This course is an introduction to modern anthropological archaeology. The course introduces students to the interdisciplinary scientific approaches employed in contemporary archaeological research and provides students with an overview of the origins and evolution of human social and economic systems.
3
ANT2100LIntroduction to Archaeology Lab

The course is conducted as a hands-on laboratory in archaeological methodology. Each week, students have a series of laboratory exercises designed to teach specific analytical techniques, including paleozoological analysis, paleobotanical analysis, geophysical prospecting techniques, and GIS.
1
ARH2000Art, Architecture and Artistic Vision

This course focuses on a thematic approach to the understanding and appreciation of works of art.
3
BSC1005General Biology for Non-Majors

This course consists of four selected topics in contemporary biology.
3
BSC1005LGeneral Biology Lab for Non-Majors

This course may be taken concurrently with lecture or subsequent to completion of lecture with passing grade.
1
BSC2010Biological Science I

This course is the first part of a two-semester introductory biology course designed for those interested in pursuing a career in life sciences. The course provides the building blocks necessary for a student to gain a strong foundation in general biology. Topics covered provide an overview of biological processes and function at the molecular, cellular and organismal level.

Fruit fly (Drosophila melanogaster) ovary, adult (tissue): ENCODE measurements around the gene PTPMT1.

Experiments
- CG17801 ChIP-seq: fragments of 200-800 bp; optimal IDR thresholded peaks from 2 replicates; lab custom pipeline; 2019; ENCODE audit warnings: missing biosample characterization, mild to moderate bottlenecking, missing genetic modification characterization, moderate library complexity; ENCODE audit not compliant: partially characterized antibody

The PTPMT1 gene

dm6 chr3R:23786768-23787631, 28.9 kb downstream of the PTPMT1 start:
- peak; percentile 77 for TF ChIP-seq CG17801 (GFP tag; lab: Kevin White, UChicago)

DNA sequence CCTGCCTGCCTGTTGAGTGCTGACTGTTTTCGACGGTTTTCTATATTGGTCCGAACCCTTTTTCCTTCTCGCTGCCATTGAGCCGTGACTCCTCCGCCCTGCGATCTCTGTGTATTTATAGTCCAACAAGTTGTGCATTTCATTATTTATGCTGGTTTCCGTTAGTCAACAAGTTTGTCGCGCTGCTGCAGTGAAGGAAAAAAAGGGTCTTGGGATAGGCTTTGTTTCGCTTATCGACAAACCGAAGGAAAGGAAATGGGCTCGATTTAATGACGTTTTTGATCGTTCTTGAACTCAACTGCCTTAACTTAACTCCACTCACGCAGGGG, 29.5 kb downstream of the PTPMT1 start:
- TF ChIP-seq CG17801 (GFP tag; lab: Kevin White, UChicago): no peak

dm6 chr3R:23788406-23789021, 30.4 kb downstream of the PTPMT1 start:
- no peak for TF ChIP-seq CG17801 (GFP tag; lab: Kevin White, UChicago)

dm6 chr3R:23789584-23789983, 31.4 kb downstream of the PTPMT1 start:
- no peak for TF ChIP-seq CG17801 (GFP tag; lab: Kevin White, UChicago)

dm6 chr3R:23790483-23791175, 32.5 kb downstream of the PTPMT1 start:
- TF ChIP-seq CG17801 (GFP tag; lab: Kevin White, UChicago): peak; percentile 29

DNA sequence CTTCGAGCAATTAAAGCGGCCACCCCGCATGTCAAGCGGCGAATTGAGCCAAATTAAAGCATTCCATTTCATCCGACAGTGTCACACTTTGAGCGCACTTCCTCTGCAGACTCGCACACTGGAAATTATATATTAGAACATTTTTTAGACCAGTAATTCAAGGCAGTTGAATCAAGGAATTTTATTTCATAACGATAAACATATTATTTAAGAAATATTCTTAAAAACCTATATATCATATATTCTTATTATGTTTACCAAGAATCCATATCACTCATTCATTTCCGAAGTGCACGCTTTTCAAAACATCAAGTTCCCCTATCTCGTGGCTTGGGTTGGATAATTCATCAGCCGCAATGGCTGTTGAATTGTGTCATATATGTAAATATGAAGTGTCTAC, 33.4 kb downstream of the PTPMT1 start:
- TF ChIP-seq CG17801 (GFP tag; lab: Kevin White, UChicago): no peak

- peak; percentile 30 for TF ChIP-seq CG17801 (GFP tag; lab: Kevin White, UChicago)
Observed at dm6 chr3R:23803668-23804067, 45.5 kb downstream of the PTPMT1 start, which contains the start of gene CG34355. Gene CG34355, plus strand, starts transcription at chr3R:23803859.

3
BSC2010LBiological Science I Laboratory

This course introduces basic chemistry, energetics, metabolism, and cellular organization; molecular genetics and information flow; animal and plant function.
1
CHM1045General Chemistry I

This course includes topics such as chemical symbols, formulas, and equations; states of matter; reactivity in aqueous solution; electronic structure, bonding, and molecular geometry. Students taking CHM 1045 after taking CHM 1020 and/or CHM 1032 may register for reduced credit, as indicated in the department's policy on reduced credit.
3
CHM1045LGeneral Chemistry I Laboratory

This laboratory offers an introduction to quantitative techniques and to the chemical laboratory. Topics include stoichiometry, atomic spectra, gases, as well as acids and bases.
1
CPO3123Comparative Government & Politics: Great Britain

This course examines the political and governmental system of Great Britain within a comparative framework. Comparison and contrast with the United States emphasized.
3
ECO2000Introduction to Economics (online)

This course is a survey of the discipline for people taking only one economics course. Historical perspective and major principles of theory are presented. Not to be taken by students who have had or who must take ECO 2013 and 2023. Not applicable to the economics major nor the economics minor.
3
ECO2013Principles of Macroeconomics (online)